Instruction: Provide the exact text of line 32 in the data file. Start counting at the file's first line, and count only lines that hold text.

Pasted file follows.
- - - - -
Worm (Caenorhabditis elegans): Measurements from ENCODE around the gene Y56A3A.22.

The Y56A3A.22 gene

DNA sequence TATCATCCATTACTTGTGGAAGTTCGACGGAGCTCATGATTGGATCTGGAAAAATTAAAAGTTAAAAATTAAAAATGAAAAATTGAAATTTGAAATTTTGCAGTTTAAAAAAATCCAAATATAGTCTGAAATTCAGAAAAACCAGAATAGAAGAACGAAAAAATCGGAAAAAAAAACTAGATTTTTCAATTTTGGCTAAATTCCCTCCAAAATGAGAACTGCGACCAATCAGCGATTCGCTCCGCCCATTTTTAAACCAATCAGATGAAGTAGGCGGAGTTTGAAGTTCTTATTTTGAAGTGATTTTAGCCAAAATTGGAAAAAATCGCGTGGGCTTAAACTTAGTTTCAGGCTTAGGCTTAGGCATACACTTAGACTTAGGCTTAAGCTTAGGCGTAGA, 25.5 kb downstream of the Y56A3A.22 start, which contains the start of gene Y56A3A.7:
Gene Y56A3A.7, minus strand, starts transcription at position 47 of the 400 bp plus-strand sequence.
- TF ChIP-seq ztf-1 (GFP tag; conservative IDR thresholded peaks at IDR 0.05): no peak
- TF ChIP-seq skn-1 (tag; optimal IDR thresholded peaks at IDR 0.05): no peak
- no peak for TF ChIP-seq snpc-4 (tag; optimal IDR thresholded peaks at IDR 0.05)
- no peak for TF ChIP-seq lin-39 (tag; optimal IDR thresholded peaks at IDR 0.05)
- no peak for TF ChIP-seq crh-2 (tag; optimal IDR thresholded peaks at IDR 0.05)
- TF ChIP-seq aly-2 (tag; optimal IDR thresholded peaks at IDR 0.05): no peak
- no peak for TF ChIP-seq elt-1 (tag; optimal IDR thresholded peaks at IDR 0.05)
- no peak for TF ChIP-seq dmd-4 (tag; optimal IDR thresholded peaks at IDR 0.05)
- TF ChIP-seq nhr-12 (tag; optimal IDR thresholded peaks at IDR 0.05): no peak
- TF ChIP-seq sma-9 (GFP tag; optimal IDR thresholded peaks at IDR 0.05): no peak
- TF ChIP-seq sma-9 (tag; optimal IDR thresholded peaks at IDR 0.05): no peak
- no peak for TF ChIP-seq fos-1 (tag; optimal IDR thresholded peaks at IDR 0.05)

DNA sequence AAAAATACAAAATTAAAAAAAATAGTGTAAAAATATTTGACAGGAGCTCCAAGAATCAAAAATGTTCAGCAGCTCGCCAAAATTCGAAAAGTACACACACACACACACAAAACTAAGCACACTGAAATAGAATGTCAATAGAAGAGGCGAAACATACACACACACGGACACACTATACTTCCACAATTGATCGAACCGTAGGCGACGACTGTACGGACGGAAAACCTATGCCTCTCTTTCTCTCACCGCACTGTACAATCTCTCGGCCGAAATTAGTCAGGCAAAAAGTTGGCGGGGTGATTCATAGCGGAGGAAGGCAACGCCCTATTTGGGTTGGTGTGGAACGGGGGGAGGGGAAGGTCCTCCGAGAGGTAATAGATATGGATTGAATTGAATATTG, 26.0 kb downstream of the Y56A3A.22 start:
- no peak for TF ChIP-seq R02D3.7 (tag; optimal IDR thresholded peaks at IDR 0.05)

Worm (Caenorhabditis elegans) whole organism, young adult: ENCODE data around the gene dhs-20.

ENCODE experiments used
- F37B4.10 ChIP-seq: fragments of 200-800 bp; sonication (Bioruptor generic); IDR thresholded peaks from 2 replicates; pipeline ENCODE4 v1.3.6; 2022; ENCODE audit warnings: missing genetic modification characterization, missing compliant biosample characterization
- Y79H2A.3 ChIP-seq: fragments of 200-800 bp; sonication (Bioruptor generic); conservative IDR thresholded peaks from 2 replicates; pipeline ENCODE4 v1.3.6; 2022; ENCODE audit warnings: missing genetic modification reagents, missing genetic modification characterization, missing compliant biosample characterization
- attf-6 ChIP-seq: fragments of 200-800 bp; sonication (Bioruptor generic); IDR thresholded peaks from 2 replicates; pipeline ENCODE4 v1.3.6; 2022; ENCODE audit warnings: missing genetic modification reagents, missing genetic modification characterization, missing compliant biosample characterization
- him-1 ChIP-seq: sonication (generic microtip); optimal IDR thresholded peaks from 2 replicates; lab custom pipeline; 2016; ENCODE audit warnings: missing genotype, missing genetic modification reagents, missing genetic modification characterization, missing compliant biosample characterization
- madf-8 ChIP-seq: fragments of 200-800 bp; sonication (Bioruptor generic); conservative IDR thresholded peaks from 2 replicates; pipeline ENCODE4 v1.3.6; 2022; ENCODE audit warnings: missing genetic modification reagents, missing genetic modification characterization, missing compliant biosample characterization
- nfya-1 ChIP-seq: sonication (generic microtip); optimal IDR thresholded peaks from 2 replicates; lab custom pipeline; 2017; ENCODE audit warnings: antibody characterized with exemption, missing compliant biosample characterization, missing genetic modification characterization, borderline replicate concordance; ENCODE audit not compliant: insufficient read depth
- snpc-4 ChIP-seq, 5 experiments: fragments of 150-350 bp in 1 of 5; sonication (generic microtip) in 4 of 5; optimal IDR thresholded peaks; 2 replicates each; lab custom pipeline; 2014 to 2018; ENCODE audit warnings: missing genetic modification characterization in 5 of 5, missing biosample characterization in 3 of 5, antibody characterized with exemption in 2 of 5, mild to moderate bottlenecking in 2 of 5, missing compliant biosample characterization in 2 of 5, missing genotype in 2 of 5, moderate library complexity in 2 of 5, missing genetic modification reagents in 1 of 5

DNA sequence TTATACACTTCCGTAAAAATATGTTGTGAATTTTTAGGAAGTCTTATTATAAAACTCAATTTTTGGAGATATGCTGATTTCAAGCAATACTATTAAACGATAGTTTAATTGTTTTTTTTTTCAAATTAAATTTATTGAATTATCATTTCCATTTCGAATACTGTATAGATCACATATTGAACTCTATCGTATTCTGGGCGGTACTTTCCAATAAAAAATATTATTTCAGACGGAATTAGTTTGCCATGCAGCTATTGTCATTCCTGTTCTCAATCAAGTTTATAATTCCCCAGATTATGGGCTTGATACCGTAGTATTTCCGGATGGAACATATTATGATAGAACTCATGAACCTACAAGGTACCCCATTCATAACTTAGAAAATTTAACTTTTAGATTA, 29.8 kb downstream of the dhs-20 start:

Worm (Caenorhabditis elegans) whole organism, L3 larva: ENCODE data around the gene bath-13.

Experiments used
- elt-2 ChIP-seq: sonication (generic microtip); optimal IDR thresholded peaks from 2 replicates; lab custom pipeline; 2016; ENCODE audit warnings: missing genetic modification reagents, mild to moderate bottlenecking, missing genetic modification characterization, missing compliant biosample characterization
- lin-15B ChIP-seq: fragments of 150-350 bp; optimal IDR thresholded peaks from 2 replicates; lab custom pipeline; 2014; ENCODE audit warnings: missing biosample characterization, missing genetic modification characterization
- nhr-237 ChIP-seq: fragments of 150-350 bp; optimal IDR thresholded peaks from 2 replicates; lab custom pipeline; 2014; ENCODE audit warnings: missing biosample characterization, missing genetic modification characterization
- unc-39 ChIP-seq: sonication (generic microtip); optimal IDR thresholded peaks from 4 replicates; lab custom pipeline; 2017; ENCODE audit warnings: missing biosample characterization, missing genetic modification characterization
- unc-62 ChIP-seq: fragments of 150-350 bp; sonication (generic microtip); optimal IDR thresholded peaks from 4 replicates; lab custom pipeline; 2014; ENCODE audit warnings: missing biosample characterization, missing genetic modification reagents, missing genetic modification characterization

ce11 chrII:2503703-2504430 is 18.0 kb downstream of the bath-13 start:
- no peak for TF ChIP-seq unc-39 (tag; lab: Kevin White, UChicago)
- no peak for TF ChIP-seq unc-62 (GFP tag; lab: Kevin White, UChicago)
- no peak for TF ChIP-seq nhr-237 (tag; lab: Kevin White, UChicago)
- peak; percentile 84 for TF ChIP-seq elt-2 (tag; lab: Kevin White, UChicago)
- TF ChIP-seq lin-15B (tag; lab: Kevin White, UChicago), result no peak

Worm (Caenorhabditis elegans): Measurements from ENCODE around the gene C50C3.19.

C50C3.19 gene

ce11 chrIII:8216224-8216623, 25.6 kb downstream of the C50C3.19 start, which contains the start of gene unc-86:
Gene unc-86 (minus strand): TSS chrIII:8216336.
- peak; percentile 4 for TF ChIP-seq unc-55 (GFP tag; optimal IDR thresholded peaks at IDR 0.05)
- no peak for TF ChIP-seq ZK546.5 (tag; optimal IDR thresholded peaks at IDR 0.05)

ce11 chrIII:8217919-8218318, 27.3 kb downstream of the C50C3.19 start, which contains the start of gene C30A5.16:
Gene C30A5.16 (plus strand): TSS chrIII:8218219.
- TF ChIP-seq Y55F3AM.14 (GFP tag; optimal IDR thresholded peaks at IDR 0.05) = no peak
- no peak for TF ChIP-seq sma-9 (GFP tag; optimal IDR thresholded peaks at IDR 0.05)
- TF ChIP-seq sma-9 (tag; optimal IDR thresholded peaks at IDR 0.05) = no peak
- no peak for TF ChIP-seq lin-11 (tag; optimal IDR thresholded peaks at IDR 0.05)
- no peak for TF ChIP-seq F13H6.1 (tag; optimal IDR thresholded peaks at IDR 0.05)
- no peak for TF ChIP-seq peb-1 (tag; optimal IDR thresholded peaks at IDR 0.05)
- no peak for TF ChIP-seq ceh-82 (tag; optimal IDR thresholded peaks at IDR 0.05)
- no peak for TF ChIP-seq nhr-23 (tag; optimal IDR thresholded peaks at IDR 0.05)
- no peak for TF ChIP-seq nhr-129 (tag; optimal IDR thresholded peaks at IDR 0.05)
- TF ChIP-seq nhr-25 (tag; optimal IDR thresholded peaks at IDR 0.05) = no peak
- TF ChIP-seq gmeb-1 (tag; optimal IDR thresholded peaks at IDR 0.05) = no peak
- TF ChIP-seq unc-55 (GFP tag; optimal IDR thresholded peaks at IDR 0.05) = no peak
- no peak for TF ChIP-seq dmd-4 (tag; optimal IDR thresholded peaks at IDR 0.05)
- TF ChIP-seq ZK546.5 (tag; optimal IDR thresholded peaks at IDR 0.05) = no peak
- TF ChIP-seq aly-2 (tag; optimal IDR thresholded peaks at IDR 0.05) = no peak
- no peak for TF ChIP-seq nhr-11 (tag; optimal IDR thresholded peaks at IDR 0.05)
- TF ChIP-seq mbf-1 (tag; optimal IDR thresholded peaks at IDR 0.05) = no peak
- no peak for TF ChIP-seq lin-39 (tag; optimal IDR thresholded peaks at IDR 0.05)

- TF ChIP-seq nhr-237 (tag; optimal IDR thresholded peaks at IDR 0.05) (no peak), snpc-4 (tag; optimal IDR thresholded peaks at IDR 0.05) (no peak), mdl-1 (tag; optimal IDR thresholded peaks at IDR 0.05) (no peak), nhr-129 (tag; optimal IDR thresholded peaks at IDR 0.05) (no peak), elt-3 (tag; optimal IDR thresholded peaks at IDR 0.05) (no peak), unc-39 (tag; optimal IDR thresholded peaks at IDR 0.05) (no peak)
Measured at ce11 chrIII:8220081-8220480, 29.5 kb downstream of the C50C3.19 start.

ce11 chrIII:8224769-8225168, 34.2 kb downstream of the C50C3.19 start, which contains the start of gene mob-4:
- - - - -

- lin-15B ChIP-seq: fragments of 150-350 bp; optimal IDR thresholded peaks from 2 replicates; lab custom pipeline; 2014; ENCODE audit warnings: missing biosample characterization, missing genetic modification characterization